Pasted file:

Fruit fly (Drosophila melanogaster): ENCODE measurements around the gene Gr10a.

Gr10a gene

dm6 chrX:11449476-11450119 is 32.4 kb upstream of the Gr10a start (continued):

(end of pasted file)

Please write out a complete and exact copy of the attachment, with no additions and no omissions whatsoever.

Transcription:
Fruit fly (Drosophila melanogaster): ENCODE measurements around the gene Gr10a.

Gr10a gene

dm6 chrX:11449476-11450119 is 32.4 kb upstream of the Gr10a start (continued):